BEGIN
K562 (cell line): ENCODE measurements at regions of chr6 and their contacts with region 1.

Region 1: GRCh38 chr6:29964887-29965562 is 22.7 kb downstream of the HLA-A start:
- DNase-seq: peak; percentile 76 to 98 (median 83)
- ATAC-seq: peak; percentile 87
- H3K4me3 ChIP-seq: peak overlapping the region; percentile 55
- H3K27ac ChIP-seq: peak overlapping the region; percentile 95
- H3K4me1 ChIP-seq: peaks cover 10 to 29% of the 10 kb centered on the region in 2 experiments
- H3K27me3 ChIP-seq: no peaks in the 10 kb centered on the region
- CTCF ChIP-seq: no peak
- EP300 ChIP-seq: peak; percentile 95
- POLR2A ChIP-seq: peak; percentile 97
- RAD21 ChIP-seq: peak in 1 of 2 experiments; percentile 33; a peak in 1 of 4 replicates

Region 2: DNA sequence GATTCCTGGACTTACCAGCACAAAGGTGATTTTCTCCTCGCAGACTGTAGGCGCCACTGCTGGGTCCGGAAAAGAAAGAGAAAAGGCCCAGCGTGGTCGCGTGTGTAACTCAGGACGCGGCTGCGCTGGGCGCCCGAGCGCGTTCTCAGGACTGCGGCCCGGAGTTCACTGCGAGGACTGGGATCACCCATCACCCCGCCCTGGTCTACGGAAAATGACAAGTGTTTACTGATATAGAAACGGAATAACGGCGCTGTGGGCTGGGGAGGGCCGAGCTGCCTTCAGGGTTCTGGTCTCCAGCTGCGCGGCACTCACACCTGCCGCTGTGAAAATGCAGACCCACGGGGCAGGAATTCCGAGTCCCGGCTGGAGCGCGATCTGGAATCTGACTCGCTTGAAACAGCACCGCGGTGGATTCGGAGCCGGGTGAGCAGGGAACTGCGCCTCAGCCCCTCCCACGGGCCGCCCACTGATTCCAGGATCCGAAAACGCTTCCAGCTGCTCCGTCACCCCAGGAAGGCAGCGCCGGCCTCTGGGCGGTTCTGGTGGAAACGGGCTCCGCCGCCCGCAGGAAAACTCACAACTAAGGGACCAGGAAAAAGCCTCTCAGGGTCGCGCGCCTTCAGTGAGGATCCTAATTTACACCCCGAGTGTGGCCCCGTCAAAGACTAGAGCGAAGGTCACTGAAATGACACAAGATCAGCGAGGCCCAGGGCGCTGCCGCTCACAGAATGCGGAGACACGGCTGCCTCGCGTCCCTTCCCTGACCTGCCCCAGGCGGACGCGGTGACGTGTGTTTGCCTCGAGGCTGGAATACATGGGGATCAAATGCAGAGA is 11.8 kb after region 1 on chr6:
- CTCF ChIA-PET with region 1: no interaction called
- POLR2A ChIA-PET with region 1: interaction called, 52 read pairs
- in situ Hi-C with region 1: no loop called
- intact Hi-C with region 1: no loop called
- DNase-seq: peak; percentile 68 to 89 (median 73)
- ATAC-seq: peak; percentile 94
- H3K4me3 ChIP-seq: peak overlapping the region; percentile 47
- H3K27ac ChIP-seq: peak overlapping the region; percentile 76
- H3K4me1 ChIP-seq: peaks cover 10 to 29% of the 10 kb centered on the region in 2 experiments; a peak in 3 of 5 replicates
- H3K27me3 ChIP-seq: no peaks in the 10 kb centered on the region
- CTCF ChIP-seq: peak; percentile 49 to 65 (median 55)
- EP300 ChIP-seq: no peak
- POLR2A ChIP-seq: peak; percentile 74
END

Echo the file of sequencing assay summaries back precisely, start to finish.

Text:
K562 (cell line): ENCODE measurements at regions of chr6 and their contacts with region 1.

Region 1: GRCh38 chr6:29964887-29965562 is 22.7 kb downstream of the HLA-A start:
- DNase-seq: peak; percentile 76 to 98 (median 83)
- ATAC-seq: peak; percentile 87
- H3K4me3 ChIP-seq: peak overlapping the region; percentile 55
- H3K27ac ChIP-seq: peak overlapping the region; percentile 95
- H3K4me1 ChIP-seq: peaks cover 10 to 29% of the 10 kb centered on the region in 2 experiments
- H3K27me3 ChIP-seq: no peaks in the 10 kb centered on the region
- CTCF ChIP-seq: no peak
- EP300 ChIP-seq: peak; percentile 95
- POLR2A ChIP-seq: peak; percentile 97
- RAD21 ChIP-seq: peak in 1 of 2 experiments; percentile 33; a peak in 1 of 4 replicates

Region 2: DNA sequence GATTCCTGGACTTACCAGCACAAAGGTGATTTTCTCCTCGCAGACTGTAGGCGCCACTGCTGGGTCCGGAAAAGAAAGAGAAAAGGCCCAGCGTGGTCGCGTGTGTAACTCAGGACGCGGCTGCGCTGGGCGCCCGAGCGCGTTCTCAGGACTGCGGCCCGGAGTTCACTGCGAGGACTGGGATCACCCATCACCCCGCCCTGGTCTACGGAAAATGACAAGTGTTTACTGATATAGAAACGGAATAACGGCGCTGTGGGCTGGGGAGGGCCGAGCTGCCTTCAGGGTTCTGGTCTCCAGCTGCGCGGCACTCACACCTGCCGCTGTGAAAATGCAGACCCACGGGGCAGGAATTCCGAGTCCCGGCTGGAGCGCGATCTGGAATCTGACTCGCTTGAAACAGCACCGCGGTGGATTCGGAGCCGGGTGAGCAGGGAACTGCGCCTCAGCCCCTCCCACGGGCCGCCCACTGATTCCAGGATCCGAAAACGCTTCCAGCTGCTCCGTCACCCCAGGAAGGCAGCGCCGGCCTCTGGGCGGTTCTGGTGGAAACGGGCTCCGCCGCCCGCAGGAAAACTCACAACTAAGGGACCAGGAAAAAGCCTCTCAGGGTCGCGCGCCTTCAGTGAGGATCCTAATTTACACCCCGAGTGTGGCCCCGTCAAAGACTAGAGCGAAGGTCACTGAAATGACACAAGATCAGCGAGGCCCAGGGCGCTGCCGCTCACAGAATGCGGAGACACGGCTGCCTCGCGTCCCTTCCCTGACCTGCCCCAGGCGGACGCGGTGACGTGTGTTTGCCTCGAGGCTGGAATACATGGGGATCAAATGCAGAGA is 11.8 kb after region 1 on chr6:
- CTCF ChIA-PET with region 1: no interaction called
- POLR2A ChIA-PET with region 1: interaction called, 52 read pairs
- in situ Hi-C with region 1: no loop called
- intact Hi-C with region 1: no loop called
- DNase-seq: peak; percentile 68 to 89 (median 73)
- ATAC-seq: peak; percentile 94
- H3K4me3 ChIP-seq: peak overlapping the region; percentile 47
- H3K27ac ChIP-seq: peak overlapping the region; percentile 76
- H3K4me1 ChIP-seq: peaks cover 10 to 29% of the 10 kb centered on the region in 2 experiments; a peak in 3 of 5 replicates
- H3K27me3 ChIP-seq: no peaks in the 10 kb centered on the region
- CTCF ChIP-seq: peak; percentile 49 to 65 (median 55)
- EP300 ChIP-seq: no peak
- POLR2A ChIP-seq: peak; percentile 74